end interface operator(+)

    interface

    module function int16_add (a, b) result (c)
    type(something), intent(in) :: a
    integer(c_int16_t), intent(in) :: b
    type(something) :: c
    end function int16_add

    module function int32_add (a, b) result (c)
    type(something), intent(in) :: a
    integer(c_int32_t), intent(in) :: b
    type(something) :: c
    end function int32_add

    module function int64_add (a,b) result(c)
    type(something), intent(in) :: a
    integer(c_int64_t), intent(in) :: b
    type(something) :: c
    end function int64_add

    !$ module function int128_add (a, b) result (c)
    !$ type(something), intent(in) :: a
    !$ integer(c_int128_t), intent(in) :: b
    !$ type(something) :: c
    !$ end function int128_add

    end interface

    end module m

    macbook:ops suser$


    macbook:ops suser$ cat sm.F
    submodule (m) sm N
    use, intrinsic :: iso_c_binding

    contains

    module procedure int N _add
    !type(something), intent(in) :: a
    !integer(c_int S _t), intent(in) :: b
    !type(something) :: c

    integer(c_long) bb
    bb=b !then check if ( bb /= b )
    !call some_c_function (a, bb, c)
    end procedure int N _add

    end submodule sm N


    macbook:ops suser$ cat p.f90
    program test
    use iso_fortran_env
    use, intrinsic :: iso_c_binding
    use m
    implicit none


    integer(c_int16_t) :: c_int16=16;
    integer(c_int32_t) :: c_int32=32;
    integer(c_int64_t) :: c_int64=64;
    integer(c_long) :: a_long =64;

    type (something) st;

    st = st + 1;
    st = st + c_int16;
    st = st + c_int32;
    st = st + c_int64;
    st = st + a_long;

    end

    --- SoupGate-Win32 v1.05
    * Origin: fsxNet Usenet Gateway (21:1/5)
  • From Thomas Koenig@21:1/5 to Thomas Koenig on Mon Apr 18 16:22:44 2022
    Thomas Koenig <tkoenig@netcologne.de> schrieb:
    FortranFan <parekhvs@gmail.com> schrieb:

    The `long` data type in C has long been a cause of confusion
    with many unsuspecting coders, particularly with the upgrade to
    64-bit Linux platforms. Our approach is generally to refactor the
    C code such that the use of this data type is suitably replaced
    with a clear, "modern" option. > >

    Not possible in this case - the type is fixed (and for good reason,
    too).

    Here's what I came up with.

    I finally got around to setting size of int and long as preprocessor
    variables, -DSIZEOF_INT=4 -DSIZEOF_LONG=8 in a to-be-preprocessed
    Fortran file, and then use

    interface operator(+)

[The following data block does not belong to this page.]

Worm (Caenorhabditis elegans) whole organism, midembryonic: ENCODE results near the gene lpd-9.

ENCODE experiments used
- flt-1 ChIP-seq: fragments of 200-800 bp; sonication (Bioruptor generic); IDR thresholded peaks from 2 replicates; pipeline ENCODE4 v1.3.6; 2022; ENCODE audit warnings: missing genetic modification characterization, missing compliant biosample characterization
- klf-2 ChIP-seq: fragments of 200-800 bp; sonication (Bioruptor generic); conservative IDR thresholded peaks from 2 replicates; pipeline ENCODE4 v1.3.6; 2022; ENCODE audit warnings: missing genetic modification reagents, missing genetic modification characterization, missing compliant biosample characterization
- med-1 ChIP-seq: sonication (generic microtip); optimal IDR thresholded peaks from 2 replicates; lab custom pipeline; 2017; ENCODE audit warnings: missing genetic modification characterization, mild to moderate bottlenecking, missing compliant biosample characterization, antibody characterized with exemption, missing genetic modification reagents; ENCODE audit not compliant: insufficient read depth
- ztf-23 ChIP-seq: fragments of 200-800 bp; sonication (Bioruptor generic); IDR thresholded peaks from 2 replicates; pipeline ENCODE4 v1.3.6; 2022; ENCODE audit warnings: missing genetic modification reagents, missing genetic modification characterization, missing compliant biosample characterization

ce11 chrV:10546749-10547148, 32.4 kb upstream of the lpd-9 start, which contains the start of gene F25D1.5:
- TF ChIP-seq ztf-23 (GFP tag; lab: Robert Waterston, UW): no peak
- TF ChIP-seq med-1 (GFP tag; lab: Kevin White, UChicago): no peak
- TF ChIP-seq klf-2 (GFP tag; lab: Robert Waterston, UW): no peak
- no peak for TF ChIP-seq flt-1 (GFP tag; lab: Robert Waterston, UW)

module procedure add_long, add_long2
    #if SIZEOF_INT < SIZEOF_LONG
    module procedure add_int, add_int2
    #endif
    end interface operator(+)

    (where add_long and add_long2 have are for a + i and i + a,
    respectively) and the same for the procedures themselves.

    A bit hackish, I admit, but it works well enough.

    What could actually solve this is some sort of "weak" interface
    which says "If I specified the same interface before, please
    disregard this one".

    interface operator(+)
    modlue procedure add_long, add_long2
    module procedure, weak: add_int, add_int2
    end interface operator(+)

    which could sort out this kind of problem. I'm not sure that this
    is important enough, and that this idea is well-enough thought out,
    to warrant bothering the comittee about :-)

    --- SoupGate-Win32 v1.05
    * Origin: fsxNet Usenet Gateway (21:1/5)
  • From gah4@21:1/5 to Thomas Koenig on Mon Apr 18 11:43:01 2022
    On Monday, April 18, 2022 at 9:22:47 AM UTC-7, Thomas Koenig wrote:

    (snip)

    What could actually solve this is some sort of "weak" interface
    which says "If I specified the same interface before, please
    disregard this one".

    Could be nice for all declarations. If I dimension an array twice,
    to the same dimension, ignore the second one. Most languages
    don't do that.

    C #include files often include a test and #ifdef to avoid the problem
    of declaring the same thing twice.

    --- SoupGate-Win32 v1.05
    * Origin: fsxNet Usenet Gateway (21:1/5)
  • From jfh@21:1/5 to All on Mon Apr 18 22:28:14 2022
    On Tuesday, April 19, 2022 at 6:43:03 AM UTC+12, gah4 wrote:
    On Monday, April 18, 2022 at 9:22:47 AM UTC-7, Thomas Koenig wrote:

    (snip)
    What could actually solve this is some sort of "weak" interface
    which says "If I specified the same interface before, please
    disregard this one".
    Could be nice for all declarations. If I dimension an array twice,
    to the same dimension, ignore the second one. Most languages
    don't do that.

    C #include files often include a test and #ifdef to avoid the problem
    of declaring the same thing twice.

    I would welcome weak interfaces - they would make it easier to write programs to run with both gfortran which has 4 real kinds (precisions 6,15,18,33) in my system and ifort which has 3 (omitting 18).

    --- SoupGate-Win32 v1.05
    * Origin: fsxNet Usenet Gateway (21:1/5)